Wednesday, January 22, 2014

Teaching Filipino using Visible thinking routines

I told myself at the start of the year to be more intentional in teaching our kids my language and culture. Teaching them through songs is one approach that I have been using and have added some new Tagalog songs but it still feels like they are missing on the essence of the language because they are memorizing more the lines than what it means.

This made me reflect on what we normally say to the kids and an "ahuh!" moment occurred when I realized that I should be teaching them the daily questions/prompts that we use in our daily conversations. I am a big advocate making thinking visible at home and given the fact that we use these thinking routines/lines regularly then it is a good way in introducing them Filipino words and phrases. Here's a list of questions we normally ask  and how it's translated in Filipino:

a) What are you thinking? Ano ang iniisip mo?
b) Why did you say that? Bakit mo yan nasabi?
c) What if....? Paano kung?
d) What similarities/differences do you see? Ano ang nakikita mong pagkakahawig/pagkakaiba?
e) What else can you do? Ano pa ang puede mong gawin?
f) What's next? Ano ang susunod?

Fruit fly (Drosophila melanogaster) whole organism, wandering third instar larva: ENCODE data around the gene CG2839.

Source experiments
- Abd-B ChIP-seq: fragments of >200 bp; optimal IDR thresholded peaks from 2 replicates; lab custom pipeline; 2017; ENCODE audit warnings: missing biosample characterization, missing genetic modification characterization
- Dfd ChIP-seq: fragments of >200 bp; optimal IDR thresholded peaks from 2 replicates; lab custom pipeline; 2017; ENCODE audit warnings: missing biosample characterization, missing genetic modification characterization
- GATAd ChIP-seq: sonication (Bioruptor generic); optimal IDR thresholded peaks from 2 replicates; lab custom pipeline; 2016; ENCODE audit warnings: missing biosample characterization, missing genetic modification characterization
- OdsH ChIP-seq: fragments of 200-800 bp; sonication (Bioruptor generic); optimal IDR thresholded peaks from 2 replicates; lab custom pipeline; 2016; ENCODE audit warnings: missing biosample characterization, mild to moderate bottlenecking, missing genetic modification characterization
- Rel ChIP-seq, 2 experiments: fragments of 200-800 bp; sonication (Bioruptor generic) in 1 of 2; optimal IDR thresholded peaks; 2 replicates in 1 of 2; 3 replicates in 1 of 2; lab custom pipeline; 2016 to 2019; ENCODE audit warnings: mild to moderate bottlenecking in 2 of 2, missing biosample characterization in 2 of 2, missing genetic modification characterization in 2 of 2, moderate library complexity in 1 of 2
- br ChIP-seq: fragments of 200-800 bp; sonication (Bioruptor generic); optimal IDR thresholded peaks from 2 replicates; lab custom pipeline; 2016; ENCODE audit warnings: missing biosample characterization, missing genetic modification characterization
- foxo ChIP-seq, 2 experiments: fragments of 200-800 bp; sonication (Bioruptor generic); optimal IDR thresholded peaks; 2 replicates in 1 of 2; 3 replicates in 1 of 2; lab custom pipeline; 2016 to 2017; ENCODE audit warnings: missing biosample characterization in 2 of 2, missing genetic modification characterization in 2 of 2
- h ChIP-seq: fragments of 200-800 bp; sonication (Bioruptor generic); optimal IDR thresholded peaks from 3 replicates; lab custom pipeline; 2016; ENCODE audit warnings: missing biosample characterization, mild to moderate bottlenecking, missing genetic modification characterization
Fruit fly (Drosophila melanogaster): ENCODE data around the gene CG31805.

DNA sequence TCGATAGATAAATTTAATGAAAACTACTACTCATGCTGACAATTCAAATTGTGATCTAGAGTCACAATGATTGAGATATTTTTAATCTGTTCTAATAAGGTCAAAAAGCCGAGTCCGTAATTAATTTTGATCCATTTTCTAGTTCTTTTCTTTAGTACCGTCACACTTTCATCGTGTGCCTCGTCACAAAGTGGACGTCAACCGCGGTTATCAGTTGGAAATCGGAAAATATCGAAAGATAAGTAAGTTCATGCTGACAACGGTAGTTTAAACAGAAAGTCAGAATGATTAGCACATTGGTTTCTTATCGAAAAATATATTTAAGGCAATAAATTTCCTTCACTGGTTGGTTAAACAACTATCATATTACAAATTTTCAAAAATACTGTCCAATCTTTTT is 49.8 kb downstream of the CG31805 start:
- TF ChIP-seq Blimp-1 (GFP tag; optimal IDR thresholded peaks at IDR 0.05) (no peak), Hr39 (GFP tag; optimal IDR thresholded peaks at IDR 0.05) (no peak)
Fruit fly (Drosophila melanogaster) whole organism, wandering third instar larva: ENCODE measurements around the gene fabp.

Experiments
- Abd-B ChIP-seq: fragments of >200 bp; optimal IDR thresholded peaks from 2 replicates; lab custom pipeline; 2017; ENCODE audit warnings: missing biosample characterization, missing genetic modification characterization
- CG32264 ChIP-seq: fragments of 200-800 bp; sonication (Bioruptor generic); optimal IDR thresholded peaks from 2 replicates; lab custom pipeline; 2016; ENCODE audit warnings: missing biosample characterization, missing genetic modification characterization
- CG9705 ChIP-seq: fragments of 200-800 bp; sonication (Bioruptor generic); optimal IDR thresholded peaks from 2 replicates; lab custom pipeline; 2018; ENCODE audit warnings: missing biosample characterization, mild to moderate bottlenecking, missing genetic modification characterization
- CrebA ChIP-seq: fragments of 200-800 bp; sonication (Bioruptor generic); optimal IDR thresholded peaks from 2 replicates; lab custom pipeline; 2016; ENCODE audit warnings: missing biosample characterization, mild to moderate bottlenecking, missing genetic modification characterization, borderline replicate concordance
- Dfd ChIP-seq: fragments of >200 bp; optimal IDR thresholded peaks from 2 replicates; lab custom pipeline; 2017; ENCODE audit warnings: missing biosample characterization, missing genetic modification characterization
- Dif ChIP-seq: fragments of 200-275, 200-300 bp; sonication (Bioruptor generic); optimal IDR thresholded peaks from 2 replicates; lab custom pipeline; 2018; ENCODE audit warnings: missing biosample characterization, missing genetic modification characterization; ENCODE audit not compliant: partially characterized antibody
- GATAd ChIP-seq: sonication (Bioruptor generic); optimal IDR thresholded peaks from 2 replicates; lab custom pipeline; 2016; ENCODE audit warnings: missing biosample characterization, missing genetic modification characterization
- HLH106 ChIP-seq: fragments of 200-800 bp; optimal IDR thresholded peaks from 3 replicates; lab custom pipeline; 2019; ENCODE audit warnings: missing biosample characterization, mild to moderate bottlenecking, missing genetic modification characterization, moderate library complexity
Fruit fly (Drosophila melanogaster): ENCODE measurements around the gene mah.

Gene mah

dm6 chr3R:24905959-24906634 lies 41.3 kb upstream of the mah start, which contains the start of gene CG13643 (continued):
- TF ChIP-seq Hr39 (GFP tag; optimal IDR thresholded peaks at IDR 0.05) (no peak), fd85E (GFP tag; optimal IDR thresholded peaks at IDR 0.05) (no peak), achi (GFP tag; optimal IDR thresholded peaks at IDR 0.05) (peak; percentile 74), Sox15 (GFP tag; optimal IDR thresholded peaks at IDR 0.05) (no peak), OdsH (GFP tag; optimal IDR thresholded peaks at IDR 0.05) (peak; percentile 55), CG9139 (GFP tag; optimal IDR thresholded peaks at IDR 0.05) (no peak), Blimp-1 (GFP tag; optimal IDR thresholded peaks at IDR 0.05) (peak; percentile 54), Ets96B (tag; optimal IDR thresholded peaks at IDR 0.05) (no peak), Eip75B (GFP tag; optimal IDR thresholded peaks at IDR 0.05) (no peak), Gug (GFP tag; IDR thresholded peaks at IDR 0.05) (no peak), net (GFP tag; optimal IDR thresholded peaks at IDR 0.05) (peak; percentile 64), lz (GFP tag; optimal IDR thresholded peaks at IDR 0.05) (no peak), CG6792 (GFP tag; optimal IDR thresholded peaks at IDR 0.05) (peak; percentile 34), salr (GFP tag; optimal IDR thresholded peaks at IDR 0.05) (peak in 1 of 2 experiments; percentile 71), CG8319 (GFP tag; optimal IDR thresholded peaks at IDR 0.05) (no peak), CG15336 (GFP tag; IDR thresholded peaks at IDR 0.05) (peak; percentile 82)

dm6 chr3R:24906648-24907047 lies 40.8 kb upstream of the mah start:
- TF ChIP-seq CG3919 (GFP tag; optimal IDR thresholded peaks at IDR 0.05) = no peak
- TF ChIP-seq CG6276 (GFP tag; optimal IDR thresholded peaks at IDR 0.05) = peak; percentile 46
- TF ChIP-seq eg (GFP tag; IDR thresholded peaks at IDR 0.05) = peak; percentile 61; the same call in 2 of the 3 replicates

g) What got you happy (change to other emotions) today? Ano ang kinasaya mo sa araw na ito?
h) How did you feel? Ano ang naramdaman mo?
i) Why do you like (don't like) it? Bakit ayaw mo?
j)  What do you think others feel? Ano sa tingin mo naramdaman ng iba?

Some of these questions I wrote in my article for International Almere on Introspection. I am hoping that by teaching children to think about their thinking in another language, it  will elicit more understanding for our kids than teaching them basic concepts like colors, shapes or numbers.Let's see how the year unfolds with this technique!


  1. Thanks so much for participating in the blogging carnival. Good luck in meeting your goals.

  2. Lynn, It was my pleasure and will keep you updated on how it goes :)

  3. This is very interesting. I have a very good friend from ilo ilo though she spoke a lot of tagalog around my kids depending on who was around. It's nice to see the language again. More importantly though, I'd love to read more about how you make the thinking more visible at home!